28 – Buckwheat

A field of buckwheat.

If you’re like me and have a garden with poor soil, then buckwheat is an excellent choice. It’s a tough plant that can thrive in all soil types, even those without many nutrients. However, I do find that adding mulch to the soil benefits the plant. 

Buckwheat produces flowers between June and September and is a great companion for mustard. Combining these two will give fantastic ground cover if you have a bare spot that needs filling. 

While the flowers are small, they’re incredibly nectar-rich, so they will attract a whole host of insect pollinators. You’ll need to plant in a position with full sun, but be mindful that high temperatures can cause the plant to wilt, which prevents it from flowering. 

29 – Bluevine

A butterfly eating nectar from bluevine.

Bluevine (also known as honeyvine, sandvine, and climbing milkweed) is ideal if you live in a tropical area, and I think it’s the perfect addition to a garden that needs a pop of color. The flowers boast a deep blue hue and will bloom between the start of summer and early winter. 

While growing in a cooler climate is possible, I recommend native plants. However, this one will still produce blooms in mid-summer. 

Attracting bees and butterflies, bluevine is a brilliant option for trellis, pergolas, or fences. Many people cut the plant to use the flowers for indoor arrangements.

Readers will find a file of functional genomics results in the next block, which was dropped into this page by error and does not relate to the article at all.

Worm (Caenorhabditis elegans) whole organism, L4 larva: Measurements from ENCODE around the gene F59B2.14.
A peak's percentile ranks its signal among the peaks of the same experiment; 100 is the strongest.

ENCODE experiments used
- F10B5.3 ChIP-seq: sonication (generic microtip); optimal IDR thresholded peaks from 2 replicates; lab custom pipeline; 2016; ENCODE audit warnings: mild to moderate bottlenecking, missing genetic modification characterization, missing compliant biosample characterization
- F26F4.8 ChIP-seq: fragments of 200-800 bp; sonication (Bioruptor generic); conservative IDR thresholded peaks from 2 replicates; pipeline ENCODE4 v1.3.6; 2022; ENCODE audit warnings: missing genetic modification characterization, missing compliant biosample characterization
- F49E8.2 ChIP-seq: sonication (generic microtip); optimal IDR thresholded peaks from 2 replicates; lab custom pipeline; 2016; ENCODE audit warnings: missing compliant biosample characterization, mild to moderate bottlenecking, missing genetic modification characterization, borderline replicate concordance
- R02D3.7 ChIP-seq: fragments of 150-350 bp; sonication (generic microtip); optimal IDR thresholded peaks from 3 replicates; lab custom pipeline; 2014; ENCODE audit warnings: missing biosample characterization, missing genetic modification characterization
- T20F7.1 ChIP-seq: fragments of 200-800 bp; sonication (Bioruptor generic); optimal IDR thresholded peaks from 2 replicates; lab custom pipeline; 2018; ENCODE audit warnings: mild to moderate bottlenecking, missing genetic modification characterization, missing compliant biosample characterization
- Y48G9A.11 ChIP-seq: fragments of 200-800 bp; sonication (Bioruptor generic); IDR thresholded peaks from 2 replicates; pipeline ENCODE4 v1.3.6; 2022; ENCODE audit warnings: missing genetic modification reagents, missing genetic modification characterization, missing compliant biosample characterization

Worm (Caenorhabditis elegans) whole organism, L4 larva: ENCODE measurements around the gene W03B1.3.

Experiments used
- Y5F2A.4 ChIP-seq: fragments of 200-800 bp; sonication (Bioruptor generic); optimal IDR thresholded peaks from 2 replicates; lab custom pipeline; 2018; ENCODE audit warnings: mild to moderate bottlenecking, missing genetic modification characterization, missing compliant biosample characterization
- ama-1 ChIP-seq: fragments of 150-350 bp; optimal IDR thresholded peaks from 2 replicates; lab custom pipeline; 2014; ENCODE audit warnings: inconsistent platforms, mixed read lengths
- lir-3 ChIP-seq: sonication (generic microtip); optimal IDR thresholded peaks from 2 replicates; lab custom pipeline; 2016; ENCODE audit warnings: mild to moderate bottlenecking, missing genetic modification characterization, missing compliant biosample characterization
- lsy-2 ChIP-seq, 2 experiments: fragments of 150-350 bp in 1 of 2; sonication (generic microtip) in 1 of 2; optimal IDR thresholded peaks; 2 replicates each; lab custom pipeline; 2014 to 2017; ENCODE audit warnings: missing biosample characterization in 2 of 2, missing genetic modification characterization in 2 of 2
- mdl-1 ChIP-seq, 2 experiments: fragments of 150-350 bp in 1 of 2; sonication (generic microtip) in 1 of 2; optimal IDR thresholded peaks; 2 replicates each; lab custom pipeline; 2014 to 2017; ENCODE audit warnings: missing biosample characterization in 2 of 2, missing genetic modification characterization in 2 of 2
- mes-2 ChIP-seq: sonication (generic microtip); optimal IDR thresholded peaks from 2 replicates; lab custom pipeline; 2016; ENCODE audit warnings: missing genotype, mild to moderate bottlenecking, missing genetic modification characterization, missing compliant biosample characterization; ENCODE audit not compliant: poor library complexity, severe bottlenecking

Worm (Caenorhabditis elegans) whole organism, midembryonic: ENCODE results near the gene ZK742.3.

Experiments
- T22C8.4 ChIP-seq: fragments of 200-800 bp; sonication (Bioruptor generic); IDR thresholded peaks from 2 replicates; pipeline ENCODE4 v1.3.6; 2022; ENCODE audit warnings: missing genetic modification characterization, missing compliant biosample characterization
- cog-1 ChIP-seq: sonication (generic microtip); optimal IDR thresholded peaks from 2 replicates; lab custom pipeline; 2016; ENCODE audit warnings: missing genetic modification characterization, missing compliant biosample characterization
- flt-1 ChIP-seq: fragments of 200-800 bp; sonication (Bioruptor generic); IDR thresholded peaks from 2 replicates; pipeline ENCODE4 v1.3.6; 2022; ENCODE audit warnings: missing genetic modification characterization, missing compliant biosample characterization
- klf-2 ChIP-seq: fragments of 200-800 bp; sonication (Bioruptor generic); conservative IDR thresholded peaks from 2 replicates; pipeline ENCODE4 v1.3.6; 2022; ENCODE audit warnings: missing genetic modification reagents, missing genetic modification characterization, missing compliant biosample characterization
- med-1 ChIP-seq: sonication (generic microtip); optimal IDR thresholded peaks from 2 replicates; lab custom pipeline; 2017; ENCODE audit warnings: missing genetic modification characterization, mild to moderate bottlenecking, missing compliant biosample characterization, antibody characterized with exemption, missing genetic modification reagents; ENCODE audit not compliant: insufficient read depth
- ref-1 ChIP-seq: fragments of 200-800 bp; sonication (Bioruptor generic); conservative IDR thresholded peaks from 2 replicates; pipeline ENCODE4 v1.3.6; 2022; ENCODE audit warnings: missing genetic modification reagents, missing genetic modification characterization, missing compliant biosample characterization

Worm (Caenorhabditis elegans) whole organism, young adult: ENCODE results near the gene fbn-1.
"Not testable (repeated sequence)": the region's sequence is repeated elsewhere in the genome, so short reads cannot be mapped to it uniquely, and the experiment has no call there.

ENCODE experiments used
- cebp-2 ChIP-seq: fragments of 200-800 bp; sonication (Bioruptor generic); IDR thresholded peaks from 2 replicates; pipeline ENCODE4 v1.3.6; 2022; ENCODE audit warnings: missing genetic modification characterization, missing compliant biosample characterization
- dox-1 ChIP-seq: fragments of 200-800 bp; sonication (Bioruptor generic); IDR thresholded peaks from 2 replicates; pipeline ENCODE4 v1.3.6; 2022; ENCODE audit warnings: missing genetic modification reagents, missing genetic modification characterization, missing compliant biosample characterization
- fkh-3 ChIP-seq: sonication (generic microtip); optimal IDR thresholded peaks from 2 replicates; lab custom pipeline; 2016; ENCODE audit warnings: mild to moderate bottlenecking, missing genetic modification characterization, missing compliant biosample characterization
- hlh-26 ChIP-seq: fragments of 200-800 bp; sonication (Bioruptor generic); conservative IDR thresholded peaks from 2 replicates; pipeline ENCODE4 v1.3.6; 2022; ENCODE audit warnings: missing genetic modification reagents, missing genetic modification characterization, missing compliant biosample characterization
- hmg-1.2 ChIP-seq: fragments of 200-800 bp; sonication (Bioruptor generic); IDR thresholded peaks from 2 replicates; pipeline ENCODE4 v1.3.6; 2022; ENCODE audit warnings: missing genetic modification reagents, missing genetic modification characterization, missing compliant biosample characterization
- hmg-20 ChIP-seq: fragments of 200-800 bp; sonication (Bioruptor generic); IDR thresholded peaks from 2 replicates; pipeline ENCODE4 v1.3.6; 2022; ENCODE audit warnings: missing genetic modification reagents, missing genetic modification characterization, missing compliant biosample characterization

Make sure you offer your bluevine in full sun. These plants like well-drained soil but will tolerate all pH levels. 

30 – Basil

A bunch of basil flowers.

Growing a kitchen garden? Basil is one of the top plants to include. It has a beautiful fragrance, is ideal for garnishing food, and boasts pretty, delicate white flowers at the tops of the stems. 

Bees love basil, too, so it’s perfect for a pollinator garden but requires some tender care. For example, overwatering, especially if it gets on the leaves, can cause mold. But they still need around one inch of water each week. Moreover, basil needs to be sheltered from wind and frost. 

The good news is these plants are perfect for growing in pots and can be kept indoors in a sunny position. 

31 – Poppy

A field of red poppy flowers.

What I love most about poppies is that they’ll work well in any garden, as they’re tolerant of sunny and shady spots. Moreover, they aren’t fussy about soil type, so they’re one of my favorite plants to grow. 

I have a partially shaded bed at the top of my garden where not much else thrives, but poppies and bluebells always do well. 

I like to water them between every seven and ten days and usually give up to an inch. Overwatering can cause the roots not to set as deep, which is detrimental to the plant’s survival.